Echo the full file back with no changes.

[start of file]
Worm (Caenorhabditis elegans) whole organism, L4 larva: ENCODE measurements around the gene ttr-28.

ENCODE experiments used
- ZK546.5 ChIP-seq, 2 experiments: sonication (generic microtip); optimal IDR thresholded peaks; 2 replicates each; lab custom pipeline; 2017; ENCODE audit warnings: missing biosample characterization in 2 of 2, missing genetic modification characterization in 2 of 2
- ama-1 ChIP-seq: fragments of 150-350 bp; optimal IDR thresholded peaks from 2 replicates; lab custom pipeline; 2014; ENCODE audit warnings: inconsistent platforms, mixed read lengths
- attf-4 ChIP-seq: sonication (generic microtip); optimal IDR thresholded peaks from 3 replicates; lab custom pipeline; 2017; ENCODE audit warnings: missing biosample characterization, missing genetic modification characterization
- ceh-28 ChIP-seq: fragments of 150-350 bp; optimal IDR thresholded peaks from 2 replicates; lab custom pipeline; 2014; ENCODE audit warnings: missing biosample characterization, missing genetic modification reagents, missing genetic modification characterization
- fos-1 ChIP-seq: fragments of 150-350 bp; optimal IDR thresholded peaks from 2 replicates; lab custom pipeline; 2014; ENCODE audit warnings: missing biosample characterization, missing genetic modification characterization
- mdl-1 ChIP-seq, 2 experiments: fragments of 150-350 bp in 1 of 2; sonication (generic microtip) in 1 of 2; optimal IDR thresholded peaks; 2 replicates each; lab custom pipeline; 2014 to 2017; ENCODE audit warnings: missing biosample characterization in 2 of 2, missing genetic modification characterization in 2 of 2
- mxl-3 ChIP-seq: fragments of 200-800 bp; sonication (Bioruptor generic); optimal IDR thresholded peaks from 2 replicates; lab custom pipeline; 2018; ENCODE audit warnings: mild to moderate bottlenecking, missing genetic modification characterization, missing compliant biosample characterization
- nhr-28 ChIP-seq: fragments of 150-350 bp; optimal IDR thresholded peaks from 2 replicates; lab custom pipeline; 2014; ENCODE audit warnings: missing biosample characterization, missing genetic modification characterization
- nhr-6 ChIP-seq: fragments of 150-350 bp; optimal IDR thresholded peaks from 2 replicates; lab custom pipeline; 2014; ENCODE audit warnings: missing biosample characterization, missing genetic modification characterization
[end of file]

Worm (Caenorhabditis elegans) whole organism, L4 larva: ENCODE measurements around the gene ttr-28.

ENCODE experiments used
- ZK546.5 ChIP-seq, 2 experiments: sonication (generic microtip); optimal IDR thresholded peaks; 2 replicates each; lab custom pipeline; 2017; ENCODE audit warnings: missing biosample characterization in 2 of 2, missing genetic modification characterization in 2 of 2
- ama-1 ChIP-seq: fragments of 150-350 bp; optimal IDR thresholded peaks from 2 replicates; lab custom pipeline; 2014; ENCODE audit warnings: inconsistent platforms, mixed read lengths
- attf-4 ChIP-seq: sonication (generic microtip); optimal IDR thresholded peaks from 3 replicates; lab custom pipeline; 2017; ENCODE audit warnings: missing biosample characterization, missing genetic modification characterization
- ceh-28 ChIP-seq: fragments of 150-350 bp; optimal IDR thresholded peaks from 2 replicates; lab custom pipeline; 2014; ENCODE audit warnings: missing biosample characterization, missing genetic modification reagents, missing genetic modification characterization
- fos-1 ChIP-seq: fragments of 150-350 bp; optimal IDR thresholded peaks from 2 replicates; lab custom pipeline; 2014; ENCODE audit warnings: missing biosample characterization, missing genetic modification characterization
- mdl-1 ChIP-seq, 2 experiments: fragments of 150-350 bp in 1 of 2; sonication (generic microtip) in 1 of 2; optimal IDR thresholded peaks; 2 replicates each; lab custom pipeline; 2014 to 2017; ENCODE audit warnings: missing biosample characterization in 2 of 2, missing genetic modification characterization in 2 of 2
- mxl-3 ChIP-seq: fragments of 200-800 bp; sonication (Bioruptor generic); optimal IDR thresholded peaks from 2 replicates; lab custom pipeline; 2018; ENCODE audit warnings: mild to moderate bottlenecking, missing genetic modification characterization, missing compliant biosample characterization
- nhr-28 ChIP-seq: fragments of 150-350 bp; optimal IDR thresholded peaks from 2 replicates; lab custom pipeline; 2014; ENCODE audit warnings: missing biosample characterization, missing genetic modification characterization
- nhr-6 ChIP-seq: fragments of 150-350 bp; optimal IDR thresholded peaks from 2 replicates; lab custom pipeline; 2014; ENCODE audit warnings: missing biosample characterization, missing genetic modification characterization